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Three Ways to Make Walking to School Safer Three Ways to Make Walking to School Safer
Lifestyle

Three Ways to Make Walking to School Safer

by Ben Winig

October 11, 2013

Today, in the United States and in dozens of other countries—including Brazil, Fiji, India, and Turkey—millions of kids are walking to school for International Walk to School Day.

Promoting walking builds lifelong healthy habits, and normalizes walking as part of the family’s lifestyle. But kids can’t reap the benefits of physical activity as they travel to and from school if there are not enough sidewalks or paths for them to walk on, or because they’re breathing polluted air, or because they don’t feel safe. 

If kids can take a safe route to school, it can improve their health outcomes, potentially reducing rates of obesity, traffic-related injuries, and even asthma.

Paving the way for kids to walk to and from school safely is especially important because it’s a great way to address the needs of all kids. All children, regardless of what other activities they do or places they go, attend school. When schools promote physical activity by not just allowing but encouraging kids to travel to and from school on foot or on wheels, we’ll do a better job reaching this generation with the lesson of how important it is to be active.

Kids who are active are also more likely to arrive at school focused and ready to learn. It’s a test score-boosting side effect that pays off in better class performance.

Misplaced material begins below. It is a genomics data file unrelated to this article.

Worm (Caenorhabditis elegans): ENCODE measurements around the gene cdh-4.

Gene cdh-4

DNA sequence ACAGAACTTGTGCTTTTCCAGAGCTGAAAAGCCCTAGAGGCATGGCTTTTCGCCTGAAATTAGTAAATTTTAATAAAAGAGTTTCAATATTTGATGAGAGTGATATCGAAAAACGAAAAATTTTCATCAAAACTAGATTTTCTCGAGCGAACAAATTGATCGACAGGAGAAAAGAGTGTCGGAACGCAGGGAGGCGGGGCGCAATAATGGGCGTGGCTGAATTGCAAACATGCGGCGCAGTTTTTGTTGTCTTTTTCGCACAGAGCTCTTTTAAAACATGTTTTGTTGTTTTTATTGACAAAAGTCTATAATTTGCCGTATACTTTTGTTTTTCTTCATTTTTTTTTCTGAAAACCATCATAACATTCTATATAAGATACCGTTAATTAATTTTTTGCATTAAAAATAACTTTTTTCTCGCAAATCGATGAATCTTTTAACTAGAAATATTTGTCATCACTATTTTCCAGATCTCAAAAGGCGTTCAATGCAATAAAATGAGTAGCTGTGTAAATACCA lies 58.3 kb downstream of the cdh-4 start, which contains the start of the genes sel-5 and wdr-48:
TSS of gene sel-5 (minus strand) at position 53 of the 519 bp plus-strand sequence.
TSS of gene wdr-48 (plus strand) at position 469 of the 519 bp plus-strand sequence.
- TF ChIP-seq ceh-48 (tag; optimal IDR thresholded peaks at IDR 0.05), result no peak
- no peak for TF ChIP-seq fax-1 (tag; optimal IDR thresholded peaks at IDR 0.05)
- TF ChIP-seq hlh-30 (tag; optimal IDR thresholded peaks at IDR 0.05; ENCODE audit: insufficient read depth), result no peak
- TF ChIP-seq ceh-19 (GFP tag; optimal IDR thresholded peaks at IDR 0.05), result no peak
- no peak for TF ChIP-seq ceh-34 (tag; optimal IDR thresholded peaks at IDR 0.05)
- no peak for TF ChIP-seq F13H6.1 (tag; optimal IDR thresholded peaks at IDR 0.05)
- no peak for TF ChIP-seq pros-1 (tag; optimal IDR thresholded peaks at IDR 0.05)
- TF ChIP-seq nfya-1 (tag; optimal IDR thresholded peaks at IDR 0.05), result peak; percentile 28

Here are some ways to make sure your community provides a safe and healthy environment for kids walking to school not just today, but every day:

Create a “walking school bus”

Some districts or individual schools have organized groups of students who walk together through neighborhoods, sometimes escorted by adult leaders, to get to  school. Whether these groups are formally or informally organized, they’re great ways to keep kids safe as they travel.

Stagger school arrival and dismissal times

It’s better to keep kids on foot or bike separate from cars and buses that are arriving to drop off or pick up students. By staggering arrival and departure times, kids that walk or bike can steer clear of traffic and congestion.

Work with local government to create bicycle, pedestrian or trail plans

Whether these plans stand alone or are part of a more comprehensive transportation plan, they can help serve as a guide to communities looking to put in more walking and bike paths through their neighborhoods.

These ideas are included in ChangeLab Solutions' recently released roadmap, which offers 13 policy options to help kids travel to and from school actively and safely.

Do kids in your community walk to school? What changes would make your community a safer and healthier place for kids to be active?

To learn more about ways to put policy in place that helps kids stay active on their way to and from school, check out ChangeLab Solutions’ publications, including Safe Routes to School and Backing Off Bike Bans: The Legal Risks of Banning Bicycling To School. Is your community considering putting a safe routes to school policy in place? Try our brand new interactive policy builder.

Image courtesy of Lydia Daniller/ChangeLab Solutions

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